Do this simple test with a meter.
Set your meter to the appropriate setting to take the AC Voltage of your supply.
Place one test probe on the earth connection of your mains supply and the other probe on the neutral connection. You should see that the test meter doesn't show any or shows very, very little voltage flow. If anything does show, then it more than likely it has no current large enough to run anything other than a small torch bulb and would dissappear if any large load were connected across them.
Now, keeping one probe on the earth terminal, place the other probe on the live connection. Your meter should now be showing the full supply voltage of your system and it will carry a very large current potential. This allows you to run all your appliances.
Next, go and start up your generator and carry out the same tests as above. You should see that both, what are known as live and neutral, are showing half of the rated voltage to earth, that it is said to supply. This is because an AC generator works on the principle of each phase being 180 degrees out of phase with the other, therefore, it supplies + phase on one side and - phase on the other, and the phases alternate between supplying + and - of the supply at the rated hertz frequency of the generator.
There is no neutral / earth potential from a generator and it must be properly connected to the AC supply system, when and if the load has any capacitative loads, i.e. televisions, IF filters in appliances, etc. etc. Please be careful if you intend to use a generator as a backup supply for your domestic system.
An isolation transfomer only works by bringing in different tapps on a transfomer to supply an increasing current load. It is nothing fancy and sure won't help in the situation of supplying a domestic AC electrical supply.
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above.
+
Ok, did the tests, and as I expected, you were right!
The next question, what can I do about this? - My generator seems to satisfy all four of my UPS' A small standby a larger Line interactive and two online large units (35KG jobbies!)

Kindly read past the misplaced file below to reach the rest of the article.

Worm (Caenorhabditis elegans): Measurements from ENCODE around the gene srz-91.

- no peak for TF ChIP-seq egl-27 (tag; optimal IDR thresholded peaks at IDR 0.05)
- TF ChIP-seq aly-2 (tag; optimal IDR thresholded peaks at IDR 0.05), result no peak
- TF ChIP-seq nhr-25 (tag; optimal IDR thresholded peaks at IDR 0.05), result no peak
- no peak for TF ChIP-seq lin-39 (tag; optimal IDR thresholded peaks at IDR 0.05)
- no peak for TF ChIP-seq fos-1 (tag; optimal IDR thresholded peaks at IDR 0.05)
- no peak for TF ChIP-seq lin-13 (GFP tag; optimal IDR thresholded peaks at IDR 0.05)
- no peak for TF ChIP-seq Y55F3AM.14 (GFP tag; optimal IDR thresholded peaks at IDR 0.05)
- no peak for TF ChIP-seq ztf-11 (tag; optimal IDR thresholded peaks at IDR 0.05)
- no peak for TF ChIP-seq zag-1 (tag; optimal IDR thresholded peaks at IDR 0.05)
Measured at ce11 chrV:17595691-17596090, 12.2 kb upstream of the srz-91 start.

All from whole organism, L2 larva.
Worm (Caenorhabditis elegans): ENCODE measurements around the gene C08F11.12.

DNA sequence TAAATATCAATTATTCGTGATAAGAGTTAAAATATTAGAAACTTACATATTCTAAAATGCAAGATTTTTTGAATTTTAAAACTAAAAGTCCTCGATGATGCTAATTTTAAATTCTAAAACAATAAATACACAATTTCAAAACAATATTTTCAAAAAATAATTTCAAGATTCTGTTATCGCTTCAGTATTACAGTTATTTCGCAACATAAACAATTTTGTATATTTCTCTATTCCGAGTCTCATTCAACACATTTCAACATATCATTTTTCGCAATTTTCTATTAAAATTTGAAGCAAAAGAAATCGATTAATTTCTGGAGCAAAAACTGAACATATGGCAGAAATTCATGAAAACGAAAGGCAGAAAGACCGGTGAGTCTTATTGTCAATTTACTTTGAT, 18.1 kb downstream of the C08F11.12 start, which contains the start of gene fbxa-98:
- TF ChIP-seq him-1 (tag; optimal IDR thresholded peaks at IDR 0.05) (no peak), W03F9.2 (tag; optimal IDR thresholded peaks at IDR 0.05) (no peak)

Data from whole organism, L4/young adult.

How would I run things like TV's etc. from the generator without risking causing them damage?
Thanks!
Sparks...
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I watched the man change my electricity meter. When he took the fuse out he put a plastic blanking plug in the live end of the fuse receptacle. I'd have given a leg to have had one of those when I last had my fuse out. There's something about a little shiny piece of metal that can fry you in a heartbeat. anyway, he also took out the neutral as well, if that's worthwhile knowing.
MJ
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it.
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How big a generator are you installing ?? I build AMF panels for this specific purpose.
Steve
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blow
sub
the
generator
is
over
directly
ramping
So you're the very man Sparks needs to talk to.
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Hi Steve,
My generator is a Briggs & Stratton BSP7500LE Rated power is 6KW (7.5KVA) or 26A at 230v
....and it weighs 100Kg, so it's rather difficult to move about!
What is an AMF panel!?
Ta
Sparks...